Everyone is familiar with Carol Kane. But from where or from what do they remember her best? The actress has stolen scenes in so many films that you could have a room of twenty people and each person might choose a different title she's most memorable in. She's played so many types -- quiet and loud; cute and sexy and plain and creepy; young and very, very old -- it is amazing that she can sustain such easy recognition. Perhaps it is her tired, Bette Davis eyes. In a non-physical way, it is her distinct voice, of course, which people recall.
She held her own in early, small parts opposite Al Pacino, Woody Allen and Jack Nicholson before landing one of her few leading roles in the original When a Stranger Calls, where her ageless face allowed her to play her character as a teenager and an adult. She spent a season on the TV-show Taxi, though her presence was so huge it feels like she appeared throughout its five years. In My Blue Heaven, she had little to do, but she still left a mark with her swooning reception of one of the greatest pick up lines ever. She beat up Bill Murray with a toaster in Scrooged, called Billy Crystal a LIAR!!!! in The Princess Bride and most recently went AWOL on Vin Diesel in The Pacifier, leaving him alone to care for the film's children and deliver its comedy (he succeeds only in the former).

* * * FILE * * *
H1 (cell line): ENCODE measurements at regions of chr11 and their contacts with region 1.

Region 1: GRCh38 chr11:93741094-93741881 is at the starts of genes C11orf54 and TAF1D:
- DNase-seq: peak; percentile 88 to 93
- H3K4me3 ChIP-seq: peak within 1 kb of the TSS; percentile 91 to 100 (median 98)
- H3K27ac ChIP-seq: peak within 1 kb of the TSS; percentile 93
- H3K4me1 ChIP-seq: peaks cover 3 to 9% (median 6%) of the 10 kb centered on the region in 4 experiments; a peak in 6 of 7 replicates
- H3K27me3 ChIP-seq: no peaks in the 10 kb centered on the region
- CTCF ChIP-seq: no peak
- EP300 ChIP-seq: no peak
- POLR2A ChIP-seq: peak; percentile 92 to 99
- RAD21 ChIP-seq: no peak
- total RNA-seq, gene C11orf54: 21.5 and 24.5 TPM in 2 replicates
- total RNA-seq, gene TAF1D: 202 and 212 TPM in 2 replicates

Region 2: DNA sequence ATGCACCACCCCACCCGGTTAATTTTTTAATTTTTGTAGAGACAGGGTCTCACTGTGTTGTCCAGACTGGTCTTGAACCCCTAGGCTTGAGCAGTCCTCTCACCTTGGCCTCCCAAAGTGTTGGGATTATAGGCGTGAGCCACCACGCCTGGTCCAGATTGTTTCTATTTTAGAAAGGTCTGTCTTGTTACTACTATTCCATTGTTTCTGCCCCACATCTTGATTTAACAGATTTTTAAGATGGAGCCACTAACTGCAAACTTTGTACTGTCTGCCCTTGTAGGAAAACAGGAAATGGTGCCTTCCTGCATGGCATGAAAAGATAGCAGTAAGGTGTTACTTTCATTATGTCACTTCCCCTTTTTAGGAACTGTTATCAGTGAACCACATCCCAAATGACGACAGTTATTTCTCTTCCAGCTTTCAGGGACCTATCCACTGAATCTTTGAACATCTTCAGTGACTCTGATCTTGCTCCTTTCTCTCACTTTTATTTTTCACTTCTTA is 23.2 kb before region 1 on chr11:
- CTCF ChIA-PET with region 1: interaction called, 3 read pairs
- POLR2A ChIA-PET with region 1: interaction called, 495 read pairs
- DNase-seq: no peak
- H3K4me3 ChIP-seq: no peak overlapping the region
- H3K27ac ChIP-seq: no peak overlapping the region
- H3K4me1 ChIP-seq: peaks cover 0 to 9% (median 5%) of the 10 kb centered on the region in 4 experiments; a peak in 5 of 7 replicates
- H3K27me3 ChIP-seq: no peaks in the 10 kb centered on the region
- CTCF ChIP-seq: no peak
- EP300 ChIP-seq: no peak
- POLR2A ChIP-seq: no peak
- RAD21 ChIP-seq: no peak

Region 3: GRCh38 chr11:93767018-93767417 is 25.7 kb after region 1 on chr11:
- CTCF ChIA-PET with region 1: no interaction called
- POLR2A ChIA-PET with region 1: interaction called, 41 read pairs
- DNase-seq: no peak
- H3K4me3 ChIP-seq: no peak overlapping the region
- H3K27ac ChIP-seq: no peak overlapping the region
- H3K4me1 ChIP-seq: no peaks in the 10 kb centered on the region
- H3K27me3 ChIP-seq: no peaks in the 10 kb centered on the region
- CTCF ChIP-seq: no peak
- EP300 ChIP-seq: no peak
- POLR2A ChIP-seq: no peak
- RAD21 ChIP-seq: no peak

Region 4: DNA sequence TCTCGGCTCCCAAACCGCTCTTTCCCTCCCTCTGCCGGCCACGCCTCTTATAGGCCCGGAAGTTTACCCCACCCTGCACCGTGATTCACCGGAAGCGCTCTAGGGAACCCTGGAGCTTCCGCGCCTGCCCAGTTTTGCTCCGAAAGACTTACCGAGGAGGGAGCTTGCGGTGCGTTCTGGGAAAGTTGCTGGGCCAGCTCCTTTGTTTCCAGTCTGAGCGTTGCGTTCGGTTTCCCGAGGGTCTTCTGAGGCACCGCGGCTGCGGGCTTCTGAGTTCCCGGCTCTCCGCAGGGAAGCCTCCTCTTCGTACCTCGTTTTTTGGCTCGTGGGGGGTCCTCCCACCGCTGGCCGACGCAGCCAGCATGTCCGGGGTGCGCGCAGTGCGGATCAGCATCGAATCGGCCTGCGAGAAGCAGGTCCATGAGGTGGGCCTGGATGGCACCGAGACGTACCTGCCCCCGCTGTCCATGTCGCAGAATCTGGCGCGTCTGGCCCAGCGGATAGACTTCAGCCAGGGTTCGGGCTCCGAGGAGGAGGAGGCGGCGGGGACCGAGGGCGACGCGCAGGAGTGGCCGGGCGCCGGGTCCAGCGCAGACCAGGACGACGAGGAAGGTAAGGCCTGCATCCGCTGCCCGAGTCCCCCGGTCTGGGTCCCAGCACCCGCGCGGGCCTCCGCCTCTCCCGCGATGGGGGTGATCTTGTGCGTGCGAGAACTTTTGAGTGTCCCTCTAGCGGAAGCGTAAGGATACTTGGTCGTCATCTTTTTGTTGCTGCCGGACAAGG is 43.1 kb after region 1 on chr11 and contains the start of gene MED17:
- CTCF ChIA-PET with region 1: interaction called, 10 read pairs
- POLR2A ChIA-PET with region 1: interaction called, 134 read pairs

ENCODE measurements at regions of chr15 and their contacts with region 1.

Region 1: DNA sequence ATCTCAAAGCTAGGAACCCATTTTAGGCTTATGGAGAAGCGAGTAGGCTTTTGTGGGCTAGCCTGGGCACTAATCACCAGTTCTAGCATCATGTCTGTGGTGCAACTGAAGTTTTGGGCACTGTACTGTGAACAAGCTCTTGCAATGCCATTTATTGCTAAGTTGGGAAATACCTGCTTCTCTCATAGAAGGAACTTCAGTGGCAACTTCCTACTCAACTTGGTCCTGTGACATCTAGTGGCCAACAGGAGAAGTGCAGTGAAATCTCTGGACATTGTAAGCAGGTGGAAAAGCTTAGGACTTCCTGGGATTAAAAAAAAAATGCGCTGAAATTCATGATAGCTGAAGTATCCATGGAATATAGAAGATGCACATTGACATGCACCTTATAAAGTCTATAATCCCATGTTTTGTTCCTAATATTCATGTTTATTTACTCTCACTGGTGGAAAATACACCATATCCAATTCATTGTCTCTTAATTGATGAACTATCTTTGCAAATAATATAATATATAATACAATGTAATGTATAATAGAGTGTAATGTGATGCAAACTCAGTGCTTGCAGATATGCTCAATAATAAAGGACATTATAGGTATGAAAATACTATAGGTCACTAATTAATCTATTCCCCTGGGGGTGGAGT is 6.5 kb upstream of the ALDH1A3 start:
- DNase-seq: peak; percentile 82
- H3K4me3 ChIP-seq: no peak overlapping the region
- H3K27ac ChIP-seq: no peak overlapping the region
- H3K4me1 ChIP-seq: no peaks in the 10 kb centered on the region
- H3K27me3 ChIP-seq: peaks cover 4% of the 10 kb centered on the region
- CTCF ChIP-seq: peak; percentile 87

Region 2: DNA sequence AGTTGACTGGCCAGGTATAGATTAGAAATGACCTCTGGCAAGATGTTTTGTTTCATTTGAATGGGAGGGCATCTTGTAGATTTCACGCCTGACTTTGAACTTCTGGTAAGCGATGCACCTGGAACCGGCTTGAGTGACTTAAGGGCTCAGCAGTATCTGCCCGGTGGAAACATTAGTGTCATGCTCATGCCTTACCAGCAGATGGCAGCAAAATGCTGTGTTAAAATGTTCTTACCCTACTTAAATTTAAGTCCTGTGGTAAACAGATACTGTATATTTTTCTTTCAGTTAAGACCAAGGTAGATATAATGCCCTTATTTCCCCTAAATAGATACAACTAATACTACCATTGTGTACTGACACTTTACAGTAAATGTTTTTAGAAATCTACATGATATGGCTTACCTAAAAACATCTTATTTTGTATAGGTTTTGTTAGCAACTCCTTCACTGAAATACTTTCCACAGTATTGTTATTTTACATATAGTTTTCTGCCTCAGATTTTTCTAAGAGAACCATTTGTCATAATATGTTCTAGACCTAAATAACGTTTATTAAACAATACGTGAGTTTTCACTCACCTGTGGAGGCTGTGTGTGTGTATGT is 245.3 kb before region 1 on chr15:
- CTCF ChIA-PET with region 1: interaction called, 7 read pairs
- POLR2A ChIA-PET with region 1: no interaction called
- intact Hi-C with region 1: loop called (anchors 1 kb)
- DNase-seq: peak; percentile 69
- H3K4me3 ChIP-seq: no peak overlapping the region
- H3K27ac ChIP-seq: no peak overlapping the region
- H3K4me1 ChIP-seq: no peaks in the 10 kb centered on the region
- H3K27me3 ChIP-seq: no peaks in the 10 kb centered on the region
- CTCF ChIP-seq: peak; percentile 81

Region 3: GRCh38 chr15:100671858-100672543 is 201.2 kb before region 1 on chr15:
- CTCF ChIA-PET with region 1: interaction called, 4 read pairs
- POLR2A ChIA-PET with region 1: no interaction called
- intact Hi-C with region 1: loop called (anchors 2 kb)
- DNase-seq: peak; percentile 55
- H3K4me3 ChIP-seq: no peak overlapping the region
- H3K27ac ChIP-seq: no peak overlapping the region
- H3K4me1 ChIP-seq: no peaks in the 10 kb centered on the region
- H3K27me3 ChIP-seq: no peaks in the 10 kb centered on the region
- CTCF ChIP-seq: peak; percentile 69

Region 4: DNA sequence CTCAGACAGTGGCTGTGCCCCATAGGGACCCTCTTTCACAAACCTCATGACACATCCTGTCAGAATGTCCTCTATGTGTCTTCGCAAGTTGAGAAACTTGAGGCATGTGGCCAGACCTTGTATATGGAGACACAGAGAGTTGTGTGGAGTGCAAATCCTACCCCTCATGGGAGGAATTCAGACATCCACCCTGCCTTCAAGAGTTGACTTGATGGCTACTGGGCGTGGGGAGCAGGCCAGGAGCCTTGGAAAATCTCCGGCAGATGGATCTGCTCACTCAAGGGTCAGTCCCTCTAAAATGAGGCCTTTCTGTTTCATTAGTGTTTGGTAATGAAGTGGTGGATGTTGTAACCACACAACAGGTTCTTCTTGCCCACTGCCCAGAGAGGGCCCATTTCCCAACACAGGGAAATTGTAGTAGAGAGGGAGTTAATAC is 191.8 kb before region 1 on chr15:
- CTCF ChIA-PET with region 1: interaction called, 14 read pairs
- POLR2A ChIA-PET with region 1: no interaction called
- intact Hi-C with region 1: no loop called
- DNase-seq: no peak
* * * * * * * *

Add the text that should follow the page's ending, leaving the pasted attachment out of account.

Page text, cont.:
One film, a guilty pleasure of mine, for which Kane is not usually remembered, is License to Drive. Personally I think of her most fondly in that film, playing Corey Haim's pregnant mother. In fact, take out all those scenes with Corey and Corey, and you've got a great little maternity short starring her and Richard Masur. The role has a beautiful build-up, and it displays nearly all of Kane's traits and trademarks, allowing her to start out simple and finish with a tremendous bang.